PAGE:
Vechernyaya Moskva

Vechernyaya Moskva (Russian: Вечерняя Москва, literally Evening Moscow) is a Russian local newspaper[1] published in Moscow since 6 December 1923 daily (except Saturday and Sunday).[2] It was founded as an organ of the Mossovet, later as an organ of the city committee of the CPSU and the Mossovet. Since 1990 it is published by the joint-stock company Concern 'Vechernyaya Moskva'.[3]

Vechernyaya Moskva
Vmlogo2012.png
Typedaily
FormatA2 per spread
Owner(s)Concern "Vechernyaya Moskva"
EditorAlexandr Kupriyanov
FoundedDecember 6, 1923
Political alignmentindependent
HeadquartersMoscow, Russia
Circulation25,000 daily, 787,000 weekly
Websitehttp://www.vmdaily.ru/

This is the oldest evening newspaper in Russia, one of the most popular in Moscow with a current circulation of 25,000 copies per day plus 787,000 copies of weekly edition.[4]

In 2011, the project was restarted and developed with the support of the Government of Moscow as a city newspaper of influence covering the major events in the capital, the work of urban services, governance, and the main events in the country and in the world[5]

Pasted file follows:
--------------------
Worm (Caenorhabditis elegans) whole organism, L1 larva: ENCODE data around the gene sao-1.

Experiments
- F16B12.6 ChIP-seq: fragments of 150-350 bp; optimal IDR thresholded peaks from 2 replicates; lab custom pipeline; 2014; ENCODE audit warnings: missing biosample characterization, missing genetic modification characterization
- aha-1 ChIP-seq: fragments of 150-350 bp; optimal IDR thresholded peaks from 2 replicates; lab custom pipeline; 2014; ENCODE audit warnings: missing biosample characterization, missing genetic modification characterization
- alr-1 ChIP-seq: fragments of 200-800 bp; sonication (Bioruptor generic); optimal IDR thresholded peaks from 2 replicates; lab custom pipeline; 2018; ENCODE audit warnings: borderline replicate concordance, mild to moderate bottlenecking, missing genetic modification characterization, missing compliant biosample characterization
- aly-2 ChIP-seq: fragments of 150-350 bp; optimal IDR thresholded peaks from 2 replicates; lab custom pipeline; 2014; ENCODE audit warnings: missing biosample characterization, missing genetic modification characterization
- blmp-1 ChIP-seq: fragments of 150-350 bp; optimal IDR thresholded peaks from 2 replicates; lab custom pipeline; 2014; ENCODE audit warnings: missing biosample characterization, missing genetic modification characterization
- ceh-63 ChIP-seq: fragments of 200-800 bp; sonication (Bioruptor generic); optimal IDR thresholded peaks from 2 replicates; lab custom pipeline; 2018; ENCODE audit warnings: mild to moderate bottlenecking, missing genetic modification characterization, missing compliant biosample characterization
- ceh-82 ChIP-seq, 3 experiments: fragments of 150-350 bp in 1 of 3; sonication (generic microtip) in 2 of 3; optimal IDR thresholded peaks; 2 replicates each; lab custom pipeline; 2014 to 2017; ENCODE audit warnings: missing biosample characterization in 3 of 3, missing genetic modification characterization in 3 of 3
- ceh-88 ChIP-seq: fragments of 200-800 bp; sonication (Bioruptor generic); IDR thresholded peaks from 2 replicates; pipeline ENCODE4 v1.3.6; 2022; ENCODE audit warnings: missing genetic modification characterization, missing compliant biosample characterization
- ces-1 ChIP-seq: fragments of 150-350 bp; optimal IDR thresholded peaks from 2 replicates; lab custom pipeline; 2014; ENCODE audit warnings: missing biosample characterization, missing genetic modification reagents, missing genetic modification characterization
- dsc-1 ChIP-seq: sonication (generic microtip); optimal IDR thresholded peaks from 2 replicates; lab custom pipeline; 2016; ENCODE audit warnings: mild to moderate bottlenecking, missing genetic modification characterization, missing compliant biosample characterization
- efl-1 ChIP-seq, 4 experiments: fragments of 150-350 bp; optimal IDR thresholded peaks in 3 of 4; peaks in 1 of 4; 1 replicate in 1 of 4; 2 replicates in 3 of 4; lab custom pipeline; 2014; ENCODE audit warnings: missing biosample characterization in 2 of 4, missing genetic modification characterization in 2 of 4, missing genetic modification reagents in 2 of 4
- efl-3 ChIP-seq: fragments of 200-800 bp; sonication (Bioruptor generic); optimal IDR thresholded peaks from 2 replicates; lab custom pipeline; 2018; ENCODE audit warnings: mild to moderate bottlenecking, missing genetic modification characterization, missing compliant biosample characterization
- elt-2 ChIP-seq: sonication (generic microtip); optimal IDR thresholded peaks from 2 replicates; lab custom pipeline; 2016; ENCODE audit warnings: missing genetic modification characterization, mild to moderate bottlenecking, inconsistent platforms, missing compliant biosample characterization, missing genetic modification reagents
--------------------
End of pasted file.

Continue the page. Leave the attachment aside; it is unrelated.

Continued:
Editors-in-chiefEdit

  • Volin, Boris Mikhailovich (1923–1924)
  • Antoshkin, Dmitry Vasilyevich (1925)
  • Barkov, Vladimir Nikolayevich (1926–1928)
  • Lazian, Iosif Gerasimovich (1928–1930)
  • Volodin, Sergey Alekseevich (1930–1931)
  • Tsypin, Grigory Evgenievich (1931–1932)
  • Rzhanov, Georgy Alexandrovich (1932–1933)
  • Romanovsky, Abram Mironovich (1933–1937)
  • Pozdnov, Mikhail Mikhailovich (1937–1942)
  • Vasilenko, Vasily Stepanovich (1942–1945)
  • Fomichev, Andrei Andreevich (1945–1950)
  • Syrokomsky, Vitaly Aleksandrovich (1963–1966)
  • Indursky, Semyon Davydovich (1966 – January 1988)
  • Lisin, Alexander Ivanovich (1988–1998)
  • Kazarin, Yuri Ivanovich (February 1998 – 2000)
  • Evseev, Valery Petrovich (2000–2006)
  • Brantov, Peter Yurievich (February 3 – May 5, 2006)
  • Avyazova, Zhanna Semonovna (2006–2007)
  • Ryazhsky, Yury Olegovich (2007–2011)
  • Kupriyanov, Alexander Ivanovich (2011–)

ReferencesEdit

  1. ^ Russian Mass Media Directory. Volume 1. Strategic Information and Contacts. Washington: International Business Publication, 2016, p. 104
  2. ^ Matthew E Lenoe. Closer to the Masses: Stalinist Culture, Social Revolution, and Soviet Newspapers. Harvard University Press, 2009, p. 52
  3. ^ Company Overview of OJSC Concern Vechernyaya Moskva
  4. ^ Sergai Sobyanin Congratulated Vechernyaya Moskva with 95 Anniversary
  5. ^ Moscow Evening Newspaper Re-launches Print and Online Editions with vjoon K4

External linksEdit